6. Recently, while working in a national park in Indonesia, British nature photographer David Slater had his camera swiped by a (critically endangered) crested black macaque. Before Slater recovered it, the macaque took some photos that were widely published. An American website, techdirt, published some of them in an online article about the intellectual property (IP) issues involved. Now Caters News Agency, the UK agency which represents the work of Mr. Slater, has asked techdirt to take down the photographs. What type(s) of intellectual property protection might apply in this case? Who “owns” the photographs, and why? Should techdirt take down the photographs, and why? In your argument, discuss the costs and benefits to the parties involved and to society.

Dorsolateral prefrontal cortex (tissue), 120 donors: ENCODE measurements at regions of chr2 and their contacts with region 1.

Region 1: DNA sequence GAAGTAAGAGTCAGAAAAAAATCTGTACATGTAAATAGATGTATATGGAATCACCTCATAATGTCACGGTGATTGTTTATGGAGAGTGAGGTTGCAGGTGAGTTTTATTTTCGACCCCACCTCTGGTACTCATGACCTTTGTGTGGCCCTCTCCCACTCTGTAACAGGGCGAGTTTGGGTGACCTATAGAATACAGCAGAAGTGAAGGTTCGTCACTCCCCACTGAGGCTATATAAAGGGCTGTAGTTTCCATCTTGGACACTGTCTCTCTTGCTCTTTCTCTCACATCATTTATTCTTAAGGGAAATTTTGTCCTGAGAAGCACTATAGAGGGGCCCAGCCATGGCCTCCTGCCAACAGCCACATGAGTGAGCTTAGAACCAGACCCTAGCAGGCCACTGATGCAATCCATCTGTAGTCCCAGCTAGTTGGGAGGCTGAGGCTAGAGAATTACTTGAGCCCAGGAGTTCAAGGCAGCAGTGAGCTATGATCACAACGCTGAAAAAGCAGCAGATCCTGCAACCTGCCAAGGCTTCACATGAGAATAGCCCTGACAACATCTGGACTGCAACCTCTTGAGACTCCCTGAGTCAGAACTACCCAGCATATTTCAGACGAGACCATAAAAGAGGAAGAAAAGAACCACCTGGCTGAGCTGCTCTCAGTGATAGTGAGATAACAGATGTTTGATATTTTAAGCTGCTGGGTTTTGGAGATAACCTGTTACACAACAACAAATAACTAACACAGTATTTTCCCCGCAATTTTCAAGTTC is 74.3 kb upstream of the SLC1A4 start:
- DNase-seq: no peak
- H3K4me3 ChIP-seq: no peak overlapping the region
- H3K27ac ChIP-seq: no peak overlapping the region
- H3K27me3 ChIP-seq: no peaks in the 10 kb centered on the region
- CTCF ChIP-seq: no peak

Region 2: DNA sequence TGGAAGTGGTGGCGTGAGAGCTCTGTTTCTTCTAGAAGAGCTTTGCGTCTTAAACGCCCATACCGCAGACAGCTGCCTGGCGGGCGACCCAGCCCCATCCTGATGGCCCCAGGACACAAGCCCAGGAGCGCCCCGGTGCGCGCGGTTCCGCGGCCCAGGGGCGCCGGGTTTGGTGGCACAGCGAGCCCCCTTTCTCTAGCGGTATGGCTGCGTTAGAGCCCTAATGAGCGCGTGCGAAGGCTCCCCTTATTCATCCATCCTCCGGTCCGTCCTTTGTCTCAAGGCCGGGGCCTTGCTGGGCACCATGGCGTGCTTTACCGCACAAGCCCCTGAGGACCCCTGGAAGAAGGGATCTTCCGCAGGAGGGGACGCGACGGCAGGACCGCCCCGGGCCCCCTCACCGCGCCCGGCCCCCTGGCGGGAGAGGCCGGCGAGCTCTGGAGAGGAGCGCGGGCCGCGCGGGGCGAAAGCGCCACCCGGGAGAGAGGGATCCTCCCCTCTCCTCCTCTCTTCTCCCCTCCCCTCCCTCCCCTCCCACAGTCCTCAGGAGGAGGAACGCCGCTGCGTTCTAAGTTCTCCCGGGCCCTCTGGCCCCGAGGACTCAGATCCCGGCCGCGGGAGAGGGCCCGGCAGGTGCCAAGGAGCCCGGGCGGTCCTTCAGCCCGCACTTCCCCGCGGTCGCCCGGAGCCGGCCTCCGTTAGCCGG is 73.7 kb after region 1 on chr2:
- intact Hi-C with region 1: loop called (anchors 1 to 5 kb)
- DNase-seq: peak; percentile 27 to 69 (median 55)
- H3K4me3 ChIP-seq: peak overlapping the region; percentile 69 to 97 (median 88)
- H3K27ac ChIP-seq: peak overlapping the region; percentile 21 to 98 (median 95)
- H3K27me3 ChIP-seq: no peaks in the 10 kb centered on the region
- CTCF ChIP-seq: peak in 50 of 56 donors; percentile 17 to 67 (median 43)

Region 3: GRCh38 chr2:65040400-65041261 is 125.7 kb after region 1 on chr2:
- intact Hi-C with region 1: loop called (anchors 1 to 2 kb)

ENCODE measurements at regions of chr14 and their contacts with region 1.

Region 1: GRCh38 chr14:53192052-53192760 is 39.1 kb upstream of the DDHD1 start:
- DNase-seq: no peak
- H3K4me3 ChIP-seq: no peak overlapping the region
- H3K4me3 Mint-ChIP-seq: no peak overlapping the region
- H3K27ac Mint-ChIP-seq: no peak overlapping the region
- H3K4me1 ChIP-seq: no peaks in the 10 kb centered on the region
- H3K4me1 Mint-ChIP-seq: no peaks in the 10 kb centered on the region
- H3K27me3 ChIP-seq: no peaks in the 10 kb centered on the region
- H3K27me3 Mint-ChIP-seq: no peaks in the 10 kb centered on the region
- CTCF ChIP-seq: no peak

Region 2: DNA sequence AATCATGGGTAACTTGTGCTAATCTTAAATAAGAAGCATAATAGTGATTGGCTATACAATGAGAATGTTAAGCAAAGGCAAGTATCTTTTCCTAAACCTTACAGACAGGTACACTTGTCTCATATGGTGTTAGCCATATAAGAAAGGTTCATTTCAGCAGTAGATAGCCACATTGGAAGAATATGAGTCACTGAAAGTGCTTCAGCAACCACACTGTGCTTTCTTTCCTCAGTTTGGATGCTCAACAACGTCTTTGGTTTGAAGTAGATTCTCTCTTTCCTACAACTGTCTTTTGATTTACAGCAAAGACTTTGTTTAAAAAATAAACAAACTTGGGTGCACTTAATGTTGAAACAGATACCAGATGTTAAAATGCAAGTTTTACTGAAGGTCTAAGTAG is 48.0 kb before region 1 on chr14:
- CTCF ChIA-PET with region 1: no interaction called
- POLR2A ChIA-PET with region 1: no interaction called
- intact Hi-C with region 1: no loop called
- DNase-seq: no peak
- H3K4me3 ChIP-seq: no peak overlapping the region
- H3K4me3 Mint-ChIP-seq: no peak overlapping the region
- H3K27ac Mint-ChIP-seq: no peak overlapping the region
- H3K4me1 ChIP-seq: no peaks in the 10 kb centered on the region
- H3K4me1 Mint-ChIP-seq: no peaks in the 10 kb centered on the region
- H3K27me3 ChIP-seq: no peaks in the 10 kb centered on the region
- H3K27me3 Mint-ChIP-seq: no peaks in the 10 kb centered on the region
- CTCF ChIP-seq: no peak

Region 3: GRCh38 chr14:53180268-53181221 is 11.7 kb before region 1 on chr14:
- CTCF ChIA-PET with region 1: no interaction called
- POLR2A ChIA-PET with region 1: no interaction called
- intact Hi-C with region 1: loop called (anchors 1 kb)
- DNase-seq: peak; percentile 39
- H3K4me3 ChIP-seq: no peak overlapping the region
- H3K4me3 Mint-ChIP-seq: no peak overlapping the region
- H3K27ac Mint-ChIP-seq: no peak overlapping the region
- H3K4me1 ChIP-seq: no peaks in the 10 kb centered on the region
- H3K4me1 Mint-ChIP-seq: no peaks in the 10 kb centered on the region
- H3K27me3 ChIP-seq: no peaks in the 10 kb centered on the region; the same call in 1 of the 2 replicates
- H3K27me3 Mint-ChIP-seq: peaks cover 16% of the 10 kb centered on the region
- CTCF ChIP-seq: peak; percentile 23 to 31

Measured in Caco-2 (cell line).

For full marks, a discussion of the macaque selfies would have to mention that the relevant mode of IP protection is copyright (not patents, trademarks, etc.), that no registration of copyright is required in most jurisdictions, that copyright automatically goes to the creator of the image, and that two of the main issues should be “Can an animal hold copyright?” and “Whose copyright legislation applies, Indonesia, USA or UK?” I would expect some (correct) use of keywords “Berne Convention,” “public domain,” “fair use” and/or “fair dealing.”
Slater’s ownership of the camera is irrelevant; if I were to loan him my camera, I don’t hold the copyright on the pictures he takes with it. The case is still controversial; Wikipedia sides with the macaque.